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Home - Pause For A Hoarse Horse CD (album) cover

PAUSE FOR A HOARSE HORSE

Home

 

Eclectic Prog

3.11 | 30 ratings

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ClemofNazareth
Special Collaborator
Prog Folk Researcher
3 stars While the ‘progressive’ label is dubious in the case of Home, the band managed to put out two decent and one very good album (‘The Alchemist‘) during their short existence of the early seventies. This is their first and one of the decent ones.

For a British band Home sounded surprisingly similar to any number of American blues-rocking groups of the same period: Cactus, Ramatam, Blues Image, Canned Heat, etc. The group’s lineup was distinguished by guitarists Laurie Wisefield and Mick Stubbs and their twin-guitar attack very comparable to contemporary Brits Wishbone Ash, a band Wisefield would join after Home’s demise. Bassist Cliff Williams would leave for a stint with Bandit before joining Aussie rockers AC/DC in the late seventies.

Like I said, Home’s sound is most comparable to that of Wishbone Ash, with an appealing twin-guitar rhythm, understated bass, and Mick Stubb’s fairly plain percussion. This debut album also features Man keyboardist Clive John and Family member Johnny Weider on violin on the closing track. This is an unexceptional album, full of blues-inspired riffs, early-seventies sentiment earthy lyrics, and occasional solo indulgences. As far as I know the album didn’t garner any hits, but was apparently good enough for CBS to bankroll two more releases before the group disbanded in 1974. Brit balladeer Al Stewart reportedly offered the group a job as his backing band after their final release, but only Mick Cook to him up on the offer as far as I know.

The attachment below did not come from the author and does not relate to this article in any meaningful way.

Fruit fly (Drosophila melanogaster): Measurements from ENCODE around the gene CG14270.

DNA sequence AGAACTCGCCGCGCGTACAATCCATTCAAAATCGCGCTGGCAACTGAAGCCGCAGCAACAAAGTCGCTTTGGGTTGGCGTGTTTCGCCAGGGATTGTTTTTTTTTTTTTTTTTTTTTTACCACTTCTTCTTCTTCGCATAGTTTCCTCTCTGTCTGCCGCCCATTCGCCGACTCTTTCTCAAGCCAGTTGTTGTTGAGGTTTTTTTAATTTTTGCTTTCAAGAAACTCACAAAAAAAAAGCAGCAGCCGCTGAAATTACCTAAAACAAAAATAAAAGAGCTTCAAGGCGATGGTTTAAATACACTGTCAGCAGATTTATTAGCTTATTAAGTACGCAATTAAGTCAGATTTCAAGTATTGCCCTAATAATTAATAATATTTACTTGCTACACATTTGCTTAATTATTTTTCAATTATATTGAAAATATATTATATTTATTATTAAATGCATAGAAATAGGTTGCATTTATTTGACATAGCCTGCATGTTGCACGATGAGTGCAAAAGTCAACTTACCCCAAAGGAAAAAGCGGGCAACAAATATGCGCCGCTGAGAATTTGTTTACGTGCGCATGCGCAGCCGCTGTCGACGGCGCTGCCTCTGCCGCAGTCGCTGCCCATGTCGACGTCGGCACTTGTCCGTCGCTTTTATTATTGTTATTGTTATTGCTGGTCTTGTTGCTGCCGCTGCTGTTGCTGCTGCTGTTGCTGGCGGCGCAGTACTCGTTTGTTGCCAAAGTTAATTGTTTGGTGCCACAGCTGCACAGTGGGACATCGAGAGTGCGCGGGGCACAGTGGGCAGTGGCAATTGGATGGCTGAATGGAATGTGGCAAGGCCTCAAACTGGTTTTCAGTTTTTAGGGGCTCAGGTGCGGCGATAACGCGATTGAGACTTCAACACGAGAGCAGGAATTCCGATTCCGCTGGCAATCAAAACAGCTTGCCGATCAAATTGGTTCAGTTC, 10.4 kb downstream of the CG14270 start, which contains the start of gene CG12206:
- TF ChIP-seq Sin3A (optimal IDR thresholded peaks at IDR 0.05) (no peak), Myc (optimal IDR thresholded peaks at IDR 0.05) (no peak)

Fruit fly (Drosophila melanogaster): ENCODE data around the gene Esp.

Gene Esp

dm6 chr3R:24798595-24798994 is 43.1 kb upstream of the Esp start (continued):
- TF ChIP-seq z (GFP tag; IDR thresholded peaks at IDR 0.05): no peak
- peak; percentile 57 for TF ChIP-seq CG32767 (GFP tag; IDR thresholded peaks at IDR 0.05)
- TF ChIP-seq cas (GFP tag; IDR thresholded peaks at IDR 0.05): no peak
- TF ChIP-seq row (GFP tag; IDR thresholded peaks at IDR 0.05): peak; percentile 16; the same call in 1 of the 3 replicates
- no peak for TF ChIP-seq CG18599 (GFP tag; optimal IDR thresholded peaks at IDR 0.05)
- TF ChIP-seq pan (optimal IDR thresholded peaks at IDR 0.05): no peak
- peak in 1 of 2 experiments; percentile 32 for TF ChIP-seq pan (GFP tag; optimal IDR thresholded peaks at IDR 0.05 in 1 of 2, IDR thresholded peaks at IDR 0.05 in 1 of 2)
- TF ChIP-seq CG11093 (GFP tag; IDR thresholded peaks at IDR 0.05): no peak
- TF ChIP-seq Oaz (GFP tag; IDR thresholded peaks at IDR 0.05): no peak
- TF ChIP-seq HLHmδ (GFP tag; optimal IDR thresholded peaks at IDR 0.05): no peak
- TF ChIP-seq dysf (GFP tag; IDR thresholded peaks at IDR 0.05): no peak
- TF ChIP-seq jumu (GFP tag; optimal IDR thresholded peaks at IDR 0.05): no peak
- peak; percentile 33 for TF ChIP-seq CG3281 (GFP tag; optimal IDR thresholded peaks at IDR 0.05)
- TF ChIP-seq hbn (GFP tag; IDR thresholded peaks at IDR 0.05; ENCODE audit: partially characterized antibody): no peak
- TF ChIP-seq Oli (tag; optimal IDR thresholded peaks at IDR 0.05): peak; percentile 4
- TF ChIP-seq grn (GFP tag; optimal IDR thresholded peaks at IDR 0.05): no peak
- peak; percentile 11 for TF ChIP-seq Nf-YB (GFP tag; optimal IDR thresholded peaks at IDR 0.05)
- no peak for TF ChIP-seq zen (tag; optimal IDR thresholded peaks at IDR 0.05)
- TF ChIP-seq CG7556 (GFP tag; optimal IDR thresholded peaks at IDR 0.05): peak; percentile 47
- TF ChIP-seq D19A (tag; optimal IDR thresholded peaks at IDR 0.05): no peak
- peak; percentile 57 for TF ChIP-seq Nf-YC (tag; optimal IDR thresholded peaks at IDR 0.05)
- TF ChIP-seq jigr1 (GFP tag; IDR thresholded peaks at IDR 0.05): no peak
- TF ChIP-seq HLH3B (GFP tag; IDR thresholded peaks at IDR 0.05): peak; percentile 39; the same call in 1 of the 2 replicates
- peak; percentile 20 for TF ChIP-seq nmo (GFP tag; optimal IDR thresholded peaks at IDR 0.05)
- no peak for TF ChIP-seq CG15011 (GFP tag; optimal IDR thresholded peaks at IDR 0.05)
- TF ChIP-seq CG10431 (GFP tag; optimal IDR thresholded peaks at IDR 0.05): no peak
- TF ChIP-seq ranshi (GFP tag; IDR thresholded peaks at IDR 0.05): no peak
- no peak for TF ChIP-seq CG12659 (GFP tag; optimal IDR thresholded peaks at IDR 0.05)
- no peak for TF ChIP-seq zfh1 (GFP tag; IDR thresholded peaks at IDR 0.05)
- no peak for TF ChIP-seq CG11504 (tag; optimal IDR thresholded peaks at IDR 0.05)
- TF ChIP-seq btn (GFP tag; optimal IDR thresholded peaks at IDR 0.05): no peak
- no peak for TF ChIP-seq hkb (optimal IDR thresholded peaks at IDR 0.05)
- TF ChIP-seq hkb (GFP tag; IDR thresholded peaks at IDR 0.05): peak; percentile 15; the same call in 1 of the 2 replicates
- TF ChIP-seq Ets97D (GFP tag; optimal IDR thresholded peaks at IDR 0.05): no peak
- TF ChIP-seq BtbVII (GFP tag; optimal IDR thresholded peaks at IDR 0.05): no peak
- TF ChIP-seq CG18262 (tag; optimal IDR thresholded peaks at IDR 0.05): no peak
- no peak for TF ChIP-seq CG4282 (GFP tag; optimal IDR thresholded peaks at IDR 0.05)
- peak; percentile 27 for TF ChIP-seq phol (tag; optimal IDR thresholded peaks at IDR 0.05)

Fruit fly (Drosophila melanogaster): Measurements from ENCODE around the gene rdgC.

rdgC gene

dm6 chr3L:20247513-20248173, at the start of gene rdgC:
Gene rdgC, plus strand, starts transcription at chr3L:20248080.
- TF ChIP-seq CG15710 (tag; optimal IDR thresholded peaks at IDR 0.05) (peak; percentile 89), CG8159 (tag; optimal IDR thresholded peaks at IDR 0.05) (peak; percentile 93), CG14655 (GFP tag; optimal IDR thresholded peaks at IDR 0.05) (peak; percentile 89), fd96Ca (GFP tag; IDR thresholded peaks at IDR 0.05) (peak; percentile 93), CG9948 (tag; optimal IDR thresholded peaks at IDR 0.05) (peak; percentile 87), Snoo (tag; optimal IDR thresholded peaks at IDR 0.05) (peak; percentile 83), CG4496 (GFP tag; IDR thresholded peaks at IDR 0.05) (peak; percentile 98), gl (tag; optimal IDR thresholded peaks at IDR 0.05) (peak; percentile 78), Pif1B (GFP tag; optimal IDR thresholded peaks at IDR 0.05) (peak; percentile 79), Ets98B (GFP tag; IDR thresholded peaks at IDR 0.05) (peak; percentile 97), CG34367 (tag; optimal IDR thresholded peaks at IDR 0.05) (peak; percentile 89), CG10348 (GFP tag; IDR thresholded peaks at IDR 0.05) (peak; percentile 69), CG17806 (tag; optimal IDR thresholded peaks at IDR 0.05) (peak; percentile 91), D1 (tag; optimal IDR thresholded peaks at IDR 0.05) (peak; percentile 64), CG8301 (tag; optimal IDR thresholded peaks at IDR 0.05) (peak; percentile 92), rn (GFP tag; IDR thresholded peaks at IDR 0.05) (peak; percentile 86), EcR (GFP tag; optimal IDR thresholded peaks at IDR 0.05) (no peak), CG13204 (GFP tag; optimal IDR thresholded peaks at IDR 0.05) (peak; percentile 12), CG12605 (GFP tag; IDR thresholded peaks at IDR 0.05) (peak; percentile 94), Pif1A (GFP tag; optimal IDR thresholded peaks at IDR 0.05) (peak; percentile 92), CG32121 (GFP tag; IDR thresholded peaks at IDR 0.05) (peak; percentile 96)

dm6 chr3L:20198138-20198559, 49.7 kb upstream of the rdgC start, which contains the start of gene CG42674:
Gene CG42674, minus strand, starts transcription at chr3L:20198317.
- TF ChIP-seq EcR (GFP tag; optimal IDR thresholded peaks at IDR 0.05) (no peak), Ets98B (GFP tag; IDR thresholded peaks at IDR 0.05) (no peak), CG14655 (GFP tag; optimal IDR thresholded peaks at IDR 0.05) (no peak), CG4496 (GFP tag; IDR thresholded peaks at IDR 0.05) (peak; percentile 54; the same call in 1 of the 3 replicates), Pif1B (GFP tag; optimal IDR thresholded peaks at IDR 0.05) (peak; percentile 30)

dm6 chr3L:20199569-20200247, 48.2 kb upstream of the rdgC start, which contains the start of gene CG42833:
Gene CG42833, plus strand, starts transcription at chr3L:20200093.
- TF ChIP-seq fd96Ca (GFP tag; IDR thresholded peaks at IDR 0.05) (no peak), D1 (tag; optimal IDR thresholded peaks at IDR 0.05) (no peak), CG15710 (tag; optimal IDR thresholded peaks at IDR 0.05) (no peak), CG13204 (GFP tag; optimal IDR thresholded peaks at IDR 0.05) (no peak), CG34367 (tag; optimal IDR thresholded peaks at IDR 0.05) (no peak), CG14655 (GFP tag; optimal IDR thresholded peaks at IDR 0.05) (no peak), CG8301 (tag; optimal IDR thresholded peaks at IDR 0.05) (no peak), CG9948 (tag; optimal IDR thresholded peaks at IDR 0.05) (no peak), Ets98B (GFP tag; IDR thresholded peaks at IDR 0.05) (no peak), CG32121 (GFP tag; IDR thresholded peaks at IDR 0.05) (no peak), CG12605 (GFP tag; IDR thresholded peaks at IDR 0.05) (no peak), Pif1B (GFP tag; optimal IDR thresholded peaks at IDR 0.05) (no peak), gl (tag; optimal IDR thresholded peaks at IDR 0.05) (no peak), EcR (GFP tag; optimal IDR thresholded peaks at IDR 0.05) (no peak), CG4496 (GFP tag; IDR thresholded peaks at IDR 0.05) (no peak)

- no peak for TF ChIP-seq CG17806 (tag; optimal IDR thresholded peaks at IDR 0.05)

None of the tracks really stand out. “Family” is sort of a prodigal son tune, the title track tells the sad tale of a dying horse, and “Moses” is the closest thing to a Lynyrd Skynyrd ballad as I’ve ever heard out of a bunch of British musicians. “Welvyn Garden City Blues” sounds like a combination of honky-tonk blues and a little bluegrass, with the only thing missing being a nice bass fiddle and maybe a banjo.

This is an interesting history piece, but nothing to get excited about. Rewind reissued it on CD, but it is a bit difficult to find and probably not worth the effort unless you stumble on a copy in a dusty used record bin somewhere. Three stars for the well- formed guitar work of Wisefield and Stubbs, but not particularly recommended.

peace

ClemofNazareth | 3/5 |

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